Capital Gains Taxes
July 14, 2005 11:33 AM   Subscribe

Question re: Capital Gains taxes on a home sale

If I sell my house, rumor has it (from my uniformed friends) that I don't have to pay taxes on the profits unless they extend beyond a certain amount, specifically $250K per person, so $500K between my wife & I. I'm curious, is this true? Will I have to pay some OTHER form of taxes on this money, or can I really just sell my house, take several hundred thousand dollars & spend it on Oreo cookies & whores with no repurcussions, tax wise?
posted by jonson to Law & Government (18 answers total)
Best answer: I'm in the same boat as you, in a way. I could sell my current house for a healthy profit and I've found a great new house I could roll the money into, but unfortunately for me, capital gains taxes kick in if you haven't lived in your current house for at least two years.

If you've lived in your house for more than two years as your primary residence, then yes, you can indeed get up to $500k tax free.
posted by mathowie at 11:48 AM on July 14, 2005

Yes, but be sure to buy some milk too.

You do have to have owned your home for longer than two years though. I was quite skeptical about this when I sold my home last year. Your friends are right.
posted by brheavy at 11:49 AM on July 14, 2005

I think the rule is that you must have lived in the home for at least two of the past five years to get the tax break. Worth checking out, if you've lived there off and on, or have rented the place for some portion of time. A tax adviser would be able to tell you for sure, and a couple hundred dollars to chat with one for an hour would not be a bad investment if you're really looking at a $500K gain.
posted by spacewrench at 12:27 PM on July 14, 2005

The rule is "two out of the last five years" so if you have rented it or moved around a bit, you're still fine as long as you spent two years total living there as your primary residence.
posted by mathowie at 12:46 PM on July 14, 2005

Oreo cookies may be subject to sales tax in some jurisdictions

not if you buy online or in Delaware!

Be sure you also save all the receipts for any expenses made towards the house. That new water heater, it's deductible too.
posted by Pollomacho at 12:47 PM on July 14, 2005

I searched for "Capital Gains House Sale" on the IRS site, and the first thing that came up is Topic 701.
posted by terrapin at 1:37 PM on July 14, 2005

My brother was telling me yesterday coincidentally that if you sell the place in under two years and reinvest the money within 6 months, they you don't have to pay the taxes. So with your 500k you could buy another house, but maybe not oreos, if you're under two years there.
posted by clgregor at 2:04 PM on July 14, 2005

clgregor, everything I've read says that law changed in 1997 and no longer applies. If you sell under two years, they only have a few provisions (in the link I posted in my first comment) to let you show the IRS it was a semi-emergency.
posted by mathowie at 2:48 PM on July 14, 2005

Response by poster: Interesting. What about pro-rating, like if I've lived there for ALMOST two years? Does anyone know about that?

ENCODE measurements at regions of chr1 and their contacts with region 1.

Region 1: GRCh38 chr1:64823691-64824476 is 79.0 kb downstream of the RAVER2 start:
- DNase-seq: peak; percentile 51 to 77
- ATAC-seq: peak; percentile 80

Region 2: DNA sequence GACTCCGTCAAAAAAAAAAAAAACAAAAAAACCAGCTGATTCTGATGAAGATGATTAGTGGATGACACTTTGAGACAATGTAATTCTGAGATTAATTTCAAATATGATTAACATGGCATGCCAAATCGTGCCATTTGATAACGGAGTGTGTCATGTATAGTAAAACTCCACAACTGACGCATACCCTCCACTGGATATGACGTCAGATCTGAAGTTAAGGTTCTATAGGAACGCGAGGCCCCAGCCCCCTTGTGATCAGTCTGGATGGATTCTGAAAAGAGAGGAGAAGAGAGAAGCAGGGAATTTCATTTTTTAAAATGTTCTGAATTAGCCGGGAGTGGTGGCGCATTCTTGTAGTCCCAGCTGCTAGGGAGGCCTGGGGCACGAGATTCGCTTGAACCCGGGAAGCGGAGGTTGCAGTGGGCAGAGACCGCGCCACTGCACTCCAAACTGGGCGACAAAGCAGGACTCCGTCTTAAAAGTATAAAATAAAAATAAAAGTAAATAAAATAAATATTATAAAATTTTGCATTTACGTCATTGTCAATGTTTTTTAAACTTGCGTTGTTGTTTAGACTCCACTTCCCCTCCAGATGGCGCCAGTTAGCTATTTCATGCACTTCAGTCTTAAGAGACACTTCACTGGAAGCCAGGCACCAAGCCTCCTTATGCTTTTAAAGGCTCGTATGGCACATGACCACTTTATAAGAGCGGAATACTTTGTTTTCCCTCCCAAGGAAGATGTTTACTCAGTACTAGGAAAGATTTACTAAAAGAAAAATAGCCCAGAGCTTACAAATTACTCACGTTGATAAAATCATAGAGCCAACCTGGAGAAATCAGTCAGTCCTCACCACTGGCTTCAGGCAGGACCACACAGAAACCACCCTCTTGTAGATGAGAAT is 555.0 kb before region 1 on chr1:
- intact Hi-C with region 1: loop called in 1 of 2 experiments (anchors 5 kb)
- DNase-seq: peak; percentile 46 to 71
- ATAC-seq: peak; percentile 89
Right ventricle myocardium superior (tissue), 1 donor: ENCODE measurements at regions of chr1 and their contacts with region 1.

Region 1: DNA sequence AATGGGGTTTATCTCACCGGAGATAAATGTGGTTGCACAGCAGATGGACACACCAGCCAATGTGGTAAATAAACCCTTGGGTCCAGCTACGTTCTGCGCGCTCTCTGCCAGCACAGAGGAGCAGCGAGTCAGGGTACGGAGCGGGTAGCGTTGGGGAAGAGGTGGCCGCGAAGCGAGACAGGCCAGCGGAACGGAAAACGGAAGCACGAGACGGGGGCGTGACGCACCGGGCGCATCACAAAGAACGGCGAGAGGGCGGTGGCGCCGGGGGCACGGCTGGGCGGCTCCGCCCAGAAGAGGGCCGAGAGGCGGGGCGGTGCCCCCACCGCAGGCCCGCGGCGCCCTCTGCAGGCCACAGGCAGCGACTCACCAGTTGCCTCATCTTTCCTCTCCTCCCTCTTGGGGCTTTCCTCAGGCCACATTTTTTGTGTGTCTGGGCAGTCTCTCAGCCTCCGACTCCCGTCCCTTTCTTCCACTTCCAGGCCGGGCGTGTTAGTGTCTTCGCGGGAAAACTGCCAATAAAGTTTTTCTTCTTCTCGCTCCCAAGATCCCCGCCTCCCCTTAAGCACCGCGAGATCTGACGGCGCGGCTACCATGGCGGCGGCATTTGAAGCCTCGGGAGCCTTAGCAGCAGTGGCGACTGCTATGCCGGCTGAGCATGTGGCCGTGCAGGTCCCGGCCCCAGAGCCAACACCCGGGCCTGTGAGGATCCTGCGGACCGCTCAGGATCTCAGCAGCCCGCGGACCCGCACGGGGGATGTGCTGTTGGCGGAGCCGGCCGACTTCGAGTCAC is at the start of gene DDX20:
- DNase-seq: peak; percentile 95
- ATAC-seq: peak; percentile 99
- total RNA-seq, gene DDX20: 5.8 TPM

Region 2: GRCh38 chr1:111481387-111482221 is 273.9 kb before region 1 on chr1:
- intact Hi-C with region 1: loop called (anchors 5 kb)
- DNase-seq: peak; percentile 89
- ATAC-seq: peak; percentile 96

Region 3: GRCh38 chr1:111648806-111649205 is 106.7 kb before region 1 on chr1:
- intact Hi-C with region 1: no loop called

posted by jonson at 2:59 PM on July 14, 2005

Mathowie, et al are correct: 24 months of residency (cumulative not continuous) of the previous 60 months = no capital gains. However, if any portion of the home was rental or business then you will have to pay capital gains on that portion as I sadly learned this year. In other words, if you own a duplex, even if you've lived there for five years continuous, you will have to pay capital gains on the other apartment. Unless, you lived in one apartment for 24 months and then moved into the other apartment for 24 months. Then you'll have lived in both 24/60 months.
posted by Juicylicious at 3:04 PM on July 14, 2005

No jonson, there is no prorating.
posted by Juicylicious at 3:05 PM on July 14, 2005

Response by poster: Sigh... whores & oreos will have to wait....
posted by jonson at 3:30 PM on July 14, 2005

jonson, how close are you to two years? If you're just shy, remember it's likley going to take you 30+ days to get it on the market, sold and closed.
posted by FlamingBore at 3:40 PM on July 14, 2005

Response by poster: I'm only 14 months, so far.
posted by jonson at 8:39 PM on July 14, 2005

If you sell the place in under two years and reinvest the money within 6 months, they you don't have to pay the taxes.

This sounds to me like confusion related to 1031 exchanges. If you have a real estate investment (for example, a rental home) and you sell it, you can avoid capital gains taxes by reinvesting. (The "6 month" period sounds too long, but I've not actually checked this out.)

In short, don't think about a 1031 exchange for a house you've lived in (and didn't rent out part of) - it isn't relevant.
posted by WestCoaster at 8:43 PM on July 14, 2005

Stick it out another 10 months. It will be worth it, unless you will be selling your house for a lose. And, don't forget that the capital gains are calculated what you sell the house for minus what you actually paid for it. So you can't deduct 2nd mortgages. Ten months will fly by.
posted by Juicylicious at 8:46 PM on July 14, 2005

Jeebus. 14 months > $500K appreciation. Who says there's no housing bubble?
posted by grateful at 10:47 AM on July 15, 2005

If my wife and I evict our tenant from the upstairs flat of our duplex (we have owned the duplex for 28 years and the upstairs flat was fully depreciated prior to May 6, 1997) and use the entire house as our main home for the next 2 years (the two units are connected by an interior stairway), can we then sell the duplex and exclude the gain on the upstairs unit up to the $500,000 limit (assuming the current tax laws are still in affect at the time we sell the property)?
posted by javasal at 8:53 AM on February 16, 2006

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